• Disadvantages Of Multilingual Children

    1531 Words  | 7 Pages

    Introduction Psychological studies have found out that speaking several languages can have great benefits on learning, cognition, memory, task conducting and many many other . The brains of bilingual and multilingual people work in a different way than monolingual speakers and thanks to these differences for quite many mental benefits. The most interesting thing is that only people who are bilingual or multilingual can have these positive factors. not Unless you have spoken a foreign language, your

  • Neurotogenesis In Human Brain

    724 Words  | 3 Pages

    Human brain has remarkably increased in size as well as acquired greater cognitive abilities compared to its nearest ancestor chimpanzee or gorilla. From the comparison between similar or larger size brains than human brain, it was noticed that human cortex has maximum number of neurons. Thus, it’s not size of the brain, but is the number of neurons; their packaging in the specialized neural circuits and final architecture of the brain might be the key for cognitive abilities and complexities of

  • Ethos In Juvenile Crimes

    679 Words  | 3 Pages

    Ethos is a rhetorical device authors use to establish their credibility to speak authoritatively on a topic. To strengthen their arguments, they also use logos, or logical arguments and scientific data, and pathos to create an emotional reaction in the audience. In the ERWC Juvenile Justice unit, four different authors, with four different levels of ethos, discuss whether or not juveniles who have been charged with murder should be tried as adults in the adult court system. Most argue that minors

  • What Is The Theory Of Localization Of Function

    1071 Words  | 5 Pages

    The brain is the most important organ in our bodies, other than the heart and the liver. It controls what we see, touch, taste, hear, and smell. However, many scientist have wondered, how the brain does this and how it operates. This discussion has led to the development of the theory the localization within in the brain. Today this theory has been debated whether the brain actually does localize its functions or not. One theory states the brain localizes its functions in two hemispheres. The functions

  • Cerebellum: A Case Study

    1019 Words  | 5 Pages

    1. Cerebral Hemisphere a. The cerebrum is broken up into two hemispheres. Each hemisphere is divided into frontal, parietal, temporal, and occipital lobes (Starkey, Brown, & Ryan, 2011). 2. Cerebellum a. The cerebellum provided the functions necessary to maintain balance and coordination (Starkey, et al., 2011). 3. Cerebrum a. The cerebrum is responsible for controlling the body’s primary motor function, sensory information, and cognition (Starkey, et al., 2011). 4. Brain Stem a. The brain stem is

  • Essay On Mass Hysteria

    790 Words  | 4 Pages

    Mass hysteria (also known as collective hysteria or group hysteria) in psychology is defined as an imagined or assumed threat that causes physical symptom among a large number of people. It spreads rapidly through rumours and fears. Mass hysteria is often characterized by the rapid spread of conversion disorder, a condition where people start complaining about their health without any sound basis of it. This phenomenon is known as Mass psychogenic illness. It is seen that in such instances, psychological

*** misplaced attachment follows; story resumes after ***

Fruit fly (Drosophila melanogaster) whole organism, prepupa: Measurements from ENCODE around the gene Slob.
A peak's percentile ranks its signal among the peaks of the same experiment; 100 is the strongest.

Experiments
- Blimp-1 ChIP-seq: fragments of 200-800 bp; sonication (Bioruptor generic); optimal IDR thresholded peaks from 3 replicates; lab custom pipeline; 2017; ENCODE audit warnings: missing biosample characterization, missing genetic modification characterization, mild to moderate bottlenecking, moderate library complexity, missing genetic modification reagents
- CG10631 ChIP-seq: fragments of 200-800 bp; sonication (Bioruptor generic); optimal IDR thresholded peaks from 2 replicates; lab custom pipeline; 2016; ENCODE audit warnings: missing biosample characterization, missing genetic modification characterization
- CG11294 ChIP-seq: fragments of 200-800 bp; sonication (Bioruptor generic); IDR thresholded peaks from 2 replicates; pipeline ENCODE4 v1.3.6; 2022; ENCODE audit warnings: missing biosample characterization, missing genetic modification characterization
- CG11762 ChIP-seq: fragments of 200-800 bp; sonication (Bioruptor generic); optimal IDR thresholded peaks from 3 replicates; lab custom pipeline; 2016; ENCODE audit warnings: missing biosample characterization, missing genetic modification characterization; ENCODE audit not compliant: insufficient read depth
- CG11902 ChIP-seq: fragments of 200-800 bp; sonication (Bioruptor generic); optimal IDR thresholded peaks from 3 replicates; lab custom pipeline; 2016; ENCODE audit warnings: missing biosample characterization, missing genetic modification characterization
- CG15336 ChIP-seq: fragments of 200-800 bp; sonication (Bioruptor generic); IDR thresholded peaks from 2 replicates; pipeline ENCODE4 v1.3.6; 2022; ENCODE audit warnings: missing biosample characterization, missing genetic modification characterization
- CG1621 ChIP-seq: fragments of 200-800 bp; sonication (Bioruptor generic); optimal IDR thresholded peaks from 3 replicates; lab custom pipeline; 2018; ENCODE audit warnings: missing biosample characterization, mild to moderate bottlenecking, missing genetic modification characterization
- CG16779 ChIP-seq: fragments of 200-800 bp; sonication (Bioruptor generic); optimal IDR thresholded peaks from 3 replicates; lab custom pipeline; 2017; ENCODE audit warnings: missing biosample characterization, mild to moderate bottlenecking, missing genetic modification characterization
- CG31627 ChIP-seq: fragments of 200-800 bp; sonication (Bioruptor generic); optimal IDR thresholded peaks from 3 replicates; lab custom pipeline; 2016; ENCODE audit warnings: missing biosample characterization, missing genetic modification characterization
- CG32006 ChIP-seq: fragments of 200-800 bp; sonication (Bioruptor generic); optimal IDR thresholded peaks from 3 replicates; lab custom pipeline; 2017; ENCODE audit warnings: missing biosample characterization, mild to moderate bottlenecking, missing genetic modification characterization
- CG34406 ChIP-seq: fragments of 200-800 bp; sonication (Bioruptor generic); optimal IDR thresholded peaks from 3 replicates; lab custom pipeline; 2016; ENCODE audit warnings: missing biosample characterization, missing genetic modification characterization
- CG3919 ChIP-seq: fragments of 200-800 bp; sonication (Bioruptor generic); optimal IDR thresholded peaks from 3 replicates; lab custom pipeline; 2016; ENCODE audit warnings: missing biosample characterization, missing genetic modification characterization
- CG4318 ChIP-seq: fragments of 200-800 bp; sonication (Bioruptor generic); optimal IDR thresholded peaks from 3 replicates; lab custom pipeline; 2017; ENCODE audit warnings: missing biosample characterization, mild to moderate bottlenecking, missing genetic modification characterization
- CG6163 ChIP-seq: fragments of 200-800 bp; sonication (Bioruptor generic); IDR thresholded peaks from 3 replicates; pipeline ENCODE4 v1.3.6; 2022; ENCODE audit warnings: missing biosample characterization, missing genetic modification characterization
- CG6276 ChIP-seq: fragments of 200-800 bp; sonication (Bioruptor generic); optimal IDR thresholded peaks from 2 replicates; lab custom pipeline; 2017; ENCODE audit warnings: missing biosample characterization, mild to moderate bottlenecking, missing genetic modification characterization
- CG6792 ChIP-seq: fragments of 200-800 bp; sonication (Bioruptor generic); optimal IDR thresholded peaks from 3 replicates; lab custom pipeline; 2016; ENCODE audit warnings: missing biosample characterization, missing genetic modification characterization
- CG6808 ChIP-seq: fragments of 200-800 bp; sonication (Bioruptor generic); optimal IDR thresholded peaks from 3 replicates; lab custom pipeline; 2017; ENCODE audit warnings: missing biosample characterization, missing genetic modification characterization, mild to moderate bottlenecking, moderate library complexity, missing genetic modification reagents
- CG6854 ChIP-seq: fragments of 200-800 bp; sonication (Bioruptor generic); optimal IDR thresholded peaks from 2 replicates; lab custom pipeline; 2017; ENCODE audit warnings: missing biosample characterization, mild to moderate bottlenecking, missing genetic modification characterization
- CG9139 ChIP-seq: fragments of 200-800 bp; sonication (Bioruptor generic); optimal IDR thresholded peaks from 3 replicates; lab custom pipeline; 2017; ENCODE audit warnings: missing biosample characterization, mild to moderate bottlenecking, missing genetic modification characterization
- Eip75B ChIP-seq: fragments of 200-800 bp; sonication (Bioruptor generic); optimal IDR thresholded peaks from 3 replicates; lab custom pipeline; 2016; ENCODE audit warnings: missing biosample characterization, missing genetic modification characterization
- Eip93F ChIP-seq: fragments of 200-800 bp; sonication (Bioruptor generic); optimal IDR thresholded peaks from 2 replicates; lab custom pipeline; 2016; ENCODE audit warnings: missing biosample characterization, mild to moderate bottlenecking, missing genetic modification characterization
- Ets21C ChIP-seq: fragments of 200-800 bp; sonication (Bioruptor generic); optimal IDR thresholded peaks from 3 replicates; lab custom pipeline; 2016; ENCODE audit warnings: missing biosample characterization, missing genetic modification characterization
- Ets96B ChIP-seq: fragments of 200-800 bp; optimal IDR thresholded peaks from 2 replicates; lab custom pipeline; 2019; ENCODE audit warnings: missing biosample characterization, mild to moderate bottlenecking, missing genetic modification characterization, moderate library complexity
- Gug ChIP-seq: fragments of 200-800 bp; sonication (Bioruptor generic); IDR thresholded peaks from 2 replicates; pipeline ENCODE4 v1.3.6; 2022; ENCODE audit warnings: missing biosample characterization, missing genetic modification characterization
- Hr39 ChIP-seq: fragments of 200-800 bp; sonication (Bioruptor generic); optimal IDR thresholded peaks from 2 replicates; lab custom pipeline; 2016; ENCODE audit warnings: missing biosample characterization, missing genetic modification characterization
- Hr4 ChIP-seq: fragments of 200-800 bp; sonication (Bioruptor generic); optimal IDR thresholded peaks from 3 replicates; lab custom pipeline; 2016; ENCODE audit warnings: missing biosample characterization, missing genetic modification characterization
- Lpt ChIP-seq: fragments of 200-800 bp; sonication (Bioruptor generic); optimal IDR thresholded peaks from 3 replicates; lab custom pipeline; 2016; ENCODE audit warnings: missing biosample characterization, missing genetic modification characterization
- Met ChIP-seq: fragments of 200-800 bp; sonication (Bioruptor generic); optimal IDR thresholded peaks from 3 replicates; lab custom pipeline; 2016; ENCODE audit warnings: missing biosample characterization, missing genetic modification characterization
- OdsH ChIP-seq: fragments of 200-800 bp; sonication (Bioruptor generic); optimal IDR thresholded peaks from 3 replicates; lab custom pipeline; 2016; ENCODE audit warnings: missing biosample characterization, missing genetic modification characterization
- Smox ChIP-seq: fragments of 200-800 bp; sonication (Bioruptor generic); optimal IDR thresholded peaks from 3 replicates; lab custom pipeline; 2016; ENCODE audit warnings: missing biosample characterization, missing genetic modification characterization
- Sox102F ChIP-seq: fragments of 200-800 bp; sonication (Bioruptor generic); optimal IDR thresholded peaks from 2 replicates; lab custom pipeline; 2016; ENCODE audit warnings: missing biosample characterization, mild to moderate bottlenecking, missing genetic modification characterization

• ALS: Lou Gehrig's Disease

    1296 Words  | 6 Pages

    ALS and CTE is a very serious topic, and many haven’t joined the conversation or don’t know much about the two subjects. In the sports world, many athletes are being diagnosed at a very young age with these awful diseases. I believe that in order for the number of athletes being diagnosed to drop, they must further their knowledge on the subject. ALS which stands for Amyotrophic Lateral Sclerosis, is a neurodegenerative disease that attacks the nervous system. ALS is also known as Lou Gehrig’s Disease

  • Is Chris Mccandless Crazy?

    1216 Words  | 5 Pages

    "I think that Chris McCandless was bright and ignorant at the same time. He had no common sense, and he had no business going to Alaska with his Romantic silliness. He made a lot of mistakes based on ignorance. I don’t admire him at all for his courage nor his noble ideas. Really, I think he was just plain crazy." This statement, made by Shaun Callarman, pertains to Chris McCandless’s trek into Alaska that ultimately led to death by starvation. Since the recovery of Chris’s body, there has been much

  • Concussions Of Young Football Players

    1102 Words  | 5 Pages

    With the movie "Concussion" appearing in theatre 's last December, I took it upon myself to dive deeper into the subject. This time with the same concept, but with a different group of football players. More specifically, the young football players in which the injuries received, being both minor and major injuries, contributes to the development of their brain structures. Within each hit these young players take, the still growing brain comes to a halt every time the team makes a tackle that damages

  • How Does Alcohol Affect The Human Brain

    821 Words  | 4 Pages

    Did you know that drinking not only affects your liver but also your brain, heart, pancreas, immune system, and can even cause multiple types of cancers? In today 's generation drinking has become a social aspect in society that not only adults partake in, but underage kids do as well. In spite of all the public awareness regarding the use/abuse of alcohol, we continue to hear sad stories of accidents and deaths caused by alcohol. Why is that we do not seem to understand the effects of alcohol